The 2011 album Emergency Songs is the latest and greatest; it’s beautifully polished and unlike Love Songs – where a lot of songs can stand out on their own — you really have to listen to the whole album from start to finish to appreciate the album as a whole.  Turner says that Alanna Lin cowrote all the songs on the album; as a  vocalist,    Lin  has a slow, understated way of singing even in the fast jazzy numbers;   but her voice has enough  range to handle the agitated pace of a rock song like Hold On or Where’s My Horse,  the cheerful irony of  After Disaster, the jazzy hipness of Trust is Just a Word and the solemnness of  O Say Can You See the Future.  For several of the songs (Letter to Los Angeleans and Lover Won’t You Hold Me) the musical arrangement is so minimal that it almost feels like Lin is singing a capella (though the  gentle guitar  strums  in Lover Won’t You Hold Me provide a tenderness befitting  the song’s subject).   Musically, there’s a lot of interesting things going on in this album – pauses,  sound effects, abrupt transitions,  jazzy piano and sax,  crescendos, choruses and a variety of musical styles – even a dollop of  country rock.

The songs in Emergency Songs definitely flow easily and naturally into one another, and by the last song, I definitely feel that I have completed   an incredible musical journey.  Turner adds labels  to the song titles (BEFORE, DURING, HOLD ON)   to suggest a direction; each song provides a kind of personal snapshot of how people respond to a crisis, how it tears them apart and brings them together, how it awakens  fears and longings, how it rescues some  and leaves others stranded and helpless.   The “emergency” in these songs is presumably an earthquake, but I think it could as easily have been  a hurricane, a tornado, a blackout or even a civil war. The real subject seems to be  complacency towards life and the all-too-human  assumption that our lives are less fluid than they really are.  In After Disaster, she sings:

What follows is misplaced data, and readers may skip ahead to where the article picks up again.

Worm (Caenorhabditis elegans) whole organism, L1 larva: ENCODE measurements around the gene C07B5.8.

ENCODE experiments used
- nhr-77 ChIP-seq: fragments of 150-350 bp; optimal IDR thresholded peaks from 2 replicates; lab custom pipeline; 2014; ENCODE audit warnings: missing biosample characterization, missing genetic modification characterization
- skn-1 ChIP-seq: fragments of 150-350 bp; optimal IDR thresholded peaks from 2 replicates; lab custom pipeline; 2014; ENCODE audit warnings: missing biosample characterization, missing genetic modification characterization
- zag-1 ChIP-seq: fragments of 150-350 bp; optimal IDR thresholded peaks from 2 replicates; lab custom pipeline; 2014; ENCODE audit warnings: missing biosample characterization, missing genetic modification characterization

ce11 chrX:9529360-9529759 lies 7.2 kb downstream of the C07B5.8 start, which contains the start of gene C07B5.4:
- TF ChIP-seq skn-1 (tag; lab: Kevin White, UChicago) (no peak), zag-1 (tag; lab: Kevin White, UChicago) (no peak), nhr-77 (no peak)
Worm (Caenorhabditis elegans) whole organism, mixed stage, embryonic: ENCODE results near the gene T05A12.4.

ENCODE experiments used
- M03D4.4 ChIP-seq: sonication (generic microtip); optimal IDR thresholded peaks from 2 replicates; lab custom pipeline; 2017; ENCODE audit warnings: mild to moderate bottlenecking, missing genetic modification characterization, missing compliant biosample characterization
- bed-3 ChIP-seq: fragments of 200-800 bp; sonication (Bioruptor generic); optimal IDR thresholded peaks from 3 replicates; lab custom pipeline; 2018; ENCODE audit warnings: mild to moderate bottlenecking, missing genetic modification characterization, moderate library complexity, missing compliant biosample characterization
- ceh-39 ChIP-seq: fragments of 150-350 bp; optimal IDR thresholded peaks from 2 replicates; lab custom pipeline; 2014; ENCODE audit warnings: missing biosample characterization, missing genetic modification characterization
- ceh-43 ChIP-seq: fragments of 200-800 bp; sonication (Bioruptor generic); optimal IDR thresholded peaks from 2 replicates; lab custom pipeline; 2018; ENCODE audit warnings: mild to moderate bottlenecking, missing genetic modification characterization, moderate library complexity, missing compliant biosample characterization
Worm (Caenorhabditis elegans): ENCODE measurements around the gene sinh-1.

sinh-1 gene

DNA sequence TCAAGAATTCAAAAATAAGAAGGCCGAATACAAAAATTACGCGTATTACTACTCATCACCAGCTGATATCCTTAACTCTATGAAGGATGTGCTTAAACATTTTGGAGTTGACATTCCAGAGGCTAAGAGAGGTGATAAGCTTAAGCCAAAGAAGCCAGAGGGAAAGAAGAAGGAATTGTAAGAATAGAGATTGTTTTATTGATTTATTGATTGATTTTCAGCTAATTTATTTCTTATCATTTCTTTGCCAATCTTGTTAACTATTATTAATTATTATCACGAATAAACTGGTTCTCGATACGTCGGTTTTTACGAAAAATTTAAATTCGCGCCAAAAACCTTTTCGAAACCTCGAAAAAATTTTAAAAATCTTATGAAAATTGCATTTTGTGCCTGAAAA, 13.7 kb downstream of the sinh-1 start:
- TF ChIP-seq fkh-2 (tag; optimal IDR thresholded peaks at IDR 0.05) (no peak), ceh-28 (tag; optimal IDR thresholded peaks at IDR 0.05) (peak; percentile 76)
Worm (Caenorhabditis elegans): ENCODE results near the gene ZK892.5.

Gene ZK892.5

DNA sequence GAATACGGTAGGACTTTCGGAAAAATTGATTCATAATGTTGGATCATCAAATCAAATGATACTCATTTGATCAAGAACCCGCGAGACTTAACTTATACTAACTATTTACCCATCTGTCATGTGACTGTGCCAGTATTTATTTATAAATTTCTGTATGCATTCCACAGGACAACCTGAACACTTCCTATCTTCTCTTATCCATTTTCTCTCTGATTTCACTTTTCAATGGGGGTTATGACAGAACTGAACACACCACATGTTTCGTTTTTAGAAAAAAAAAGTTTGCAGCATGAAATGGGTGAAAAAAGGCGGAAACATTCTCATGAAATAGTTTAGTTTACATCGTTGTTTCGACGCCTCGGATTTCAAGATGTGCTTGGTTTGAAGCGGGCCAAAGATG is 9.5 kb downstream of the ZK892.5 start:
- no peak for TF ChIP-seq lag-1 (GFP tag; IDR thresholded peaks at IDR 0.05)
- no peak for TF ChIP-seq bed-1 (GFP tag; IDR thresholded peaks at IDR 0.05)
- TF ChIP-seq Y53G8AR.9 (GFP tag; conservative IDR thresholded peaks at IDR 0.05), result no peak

after disaster you changed your name
or changed your  mind.
All the same.
after disaster you broke my heart
and never saw the pain.
After disaster everything changes
After disaster, it’s not the same.

There are comic interludes; Prisoner tells the story of a convicted murderer on his way to prison who manages to escape when the bus crashes after an earthquake.  But Prisoner is a slow almost plaintive song, as though the prisoner  is more shaken than elated at this strange twist of fate. All the songs are thought-provoking and ironic, especially O Say Can You See the Future (probably the most amazing track on the album) which meditates about life and  its desolations.    This otherworldly  song is slow and eerie and beautifully arranged; in the middle the song crashes into something (but what? that is the question);  by the end the flute gently picks the listener up and deposits him  in some safe and peaceful place. I can’t help but be struck at the title which combines the first line of the US National Anthem with  a question about fate and the possibility of annihilation.

So Monk Turner’s albums have progressed from songs about nuts and macaroni   to meditations about  life itself.  Ironically, the Emergency Album seems not only to be  the most fully realized of Monk Turner’s concept album, it also was the most collaborative;  in fact, as a creative commons masterpiece, it is likely to be weaved by others into future music fabrics.  In an allegedly meaningless world torn apart by all kinds of things, it is reassuring to know  that there is still  enough collective energy and enthusiasm to bring about such a profound and unsettling album.

Nov 8 2012 Update. Here’s my review of his latest album project Kaleidoscope.